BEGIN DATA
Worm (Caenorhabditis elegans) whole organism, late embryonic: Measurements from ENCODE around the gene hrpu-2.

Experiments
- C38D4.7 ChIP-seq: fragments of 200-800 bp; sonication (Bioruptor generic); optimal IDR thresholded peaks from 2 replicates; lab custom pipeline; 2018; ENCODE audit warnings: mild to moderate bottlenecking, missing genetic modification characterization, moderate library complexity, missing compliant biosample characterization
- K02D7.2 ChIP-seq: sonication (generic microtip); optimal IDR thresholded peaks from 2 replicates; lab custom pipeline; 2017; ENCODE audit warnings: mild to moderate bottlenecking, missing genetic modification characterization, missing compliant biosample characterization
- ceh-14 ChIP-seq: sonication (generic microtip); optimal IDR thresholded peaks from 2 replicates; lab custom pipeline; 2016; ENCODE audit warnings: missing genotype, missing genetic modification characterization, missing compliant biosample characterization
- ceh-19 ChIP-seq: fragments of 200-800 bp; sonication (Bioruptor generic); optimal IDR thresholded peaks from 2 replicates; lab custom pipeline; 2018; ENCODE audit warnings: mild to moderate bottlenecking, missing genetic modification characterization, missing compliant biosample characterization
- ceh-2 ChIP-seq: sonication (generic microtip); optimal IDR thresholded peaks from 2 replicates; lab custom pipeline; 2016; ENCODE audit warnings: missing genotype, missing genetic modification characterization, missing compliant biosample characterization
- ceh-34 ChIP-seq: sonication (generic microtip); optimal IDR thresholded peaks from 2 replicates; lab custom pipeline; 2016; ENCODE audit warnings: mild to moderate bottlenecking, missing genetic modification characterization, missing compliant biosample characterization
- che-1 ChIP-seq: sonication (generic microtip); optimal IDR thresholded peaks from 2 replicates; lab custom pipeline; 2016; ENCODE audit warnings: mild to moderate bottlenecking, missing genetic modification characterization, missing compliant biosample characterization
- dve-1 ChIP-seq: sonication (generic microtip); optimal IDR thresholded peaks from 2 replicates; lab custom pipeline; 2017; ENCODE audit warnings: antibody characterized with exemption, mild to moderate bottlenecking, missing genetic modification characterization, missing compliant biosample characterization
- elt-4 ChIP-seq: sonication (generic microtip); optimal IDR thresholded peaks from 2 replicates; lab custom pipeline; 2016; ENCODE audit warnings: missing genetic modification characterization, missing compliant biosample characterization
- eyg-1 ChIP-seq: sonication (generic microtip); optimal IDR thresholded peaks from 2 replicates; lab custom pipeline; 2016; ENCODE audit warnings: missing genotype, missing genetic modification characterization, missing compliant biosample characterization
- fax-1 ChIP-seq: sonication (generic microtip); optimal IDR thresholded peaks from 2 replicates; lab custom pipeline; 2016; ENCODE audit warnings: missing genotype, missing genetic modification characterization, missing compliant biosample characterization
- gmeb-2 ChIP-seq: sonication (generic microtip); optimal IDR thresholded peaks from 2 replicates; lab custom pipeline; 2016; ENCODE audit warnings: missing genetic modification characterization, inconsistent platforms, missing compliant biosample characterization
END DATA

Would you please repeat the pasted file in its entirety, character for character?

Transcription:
Worm (Caenorhabditis elegans) whole organism, late embryonic: Measurements from ENCODE around the gene hrpu-2.

Experiments
- C38D4.7 ChIP-seq: fragments of 200-800 bp; sonication (Bioruptor generic); optimal IDR thresholded peaks from 2 replicates; lab custom pipeline; 2018; ENCODE audit warnings: mild to moderate bottlenecking, missing genetic modification characterization, moderate library complexity, missing compliant biosample characterization
- K02D7.2 ChIP-seq: sonication (generic microtip); optimal IDR thresholded peaks from 2 replicates; lab custom pipeline; 2017; ENCODE audit warnings: mild to moderate bottlenecking, missing genetic modification characterization, missing compliant biosample characterization
- ceh-14 ChIP-seq: sonication (generic microtip); optimal IDR thresholded peaks from 2 replicates; lab custom pipeline; 2016; ENCODE audit warnings: missing genotype, missing genetic modification characterization, missing compliant biosample characterization
- ceh-19 ChIP-seq: fragments of 200-800 bp; sonication (Bioruptor generic); optimal IDR thresholded peaks from 2 replicates; lab custom pipeline; 2018; ENCODE audit warnings: mild to moderate bottlenecking, missing genetic modification characterization, missing compliant biosample characterization
- ceh-2 ChIP-seq: sonication (generic microtip); optimal IDR thresholded peaks from 2 replicates; lab custom pipeline; 2016; ENCODE audit warnings: missing genotype, missing genetic modification characterization, missing compliant biosample characterization
- ceh-34 ChIP-seq: sonication (generic microtip); optimal IDR thresholded peaks from 2 replicates; lab custom pipeline; 2016; ENCODE audit warnings: mild to moderate bottlenecking, missing genetic modification characterization, missing compliant biosample characterization
- che-1 ChIP-seq: sonication (generic microtip); optimal IDR thresholded peaks from 2 replicates; lab custom pipeline; 2016; ENCODE audit warnings: mild to moderate bottlenecking, missing genetic modification characterization, missing compliant biosample characterization
- dve-1 ChIP-seq: sonication (generic microtip); optimal IDR thresholded peaks from 2 replicates; lab custom pipeline; 2017; ENCODE audit warnings: antibody characterized with exemption, mild to moderate bottlenecking, missing genetic modification characterization, missing compliant biosample characterization
- elt-4 ChIP-seq: sonication (generic microtip); optimal IDR thresholded peaks from 2 replicates; lab custom pipeline; 2016; ENCODE audit warnings: missing genetic modification characterization, missing compliant biosample characterization
- eyg-1 ChIP-seq: sonication (generic microtip); optimal IDR thresholded peaks from 2 replicates; lab custom pipeline; 2016; ENCODE audit warnings: missing genotype, missing genetic modification characterization, missing compliant biosample characterization
- fax-1 ChIP-seq: sonication (generic microtip); optimal IDR thresholded peaks from 2 replicates; lab custom pipeline; 2016; ENCODE audit warnings: missing genotype, missing genetic modification characterization, missing compliant biosample characterization
- gmeb-2 ChIP-seq: sonication (generic microtip); optimal IDR thresholded peaks from 2 replicates; lab custom pipeline; 2016; ENCODE audit warnings: missing genetic modification characterization, inconsistent platforms, missing compliant biosample characterization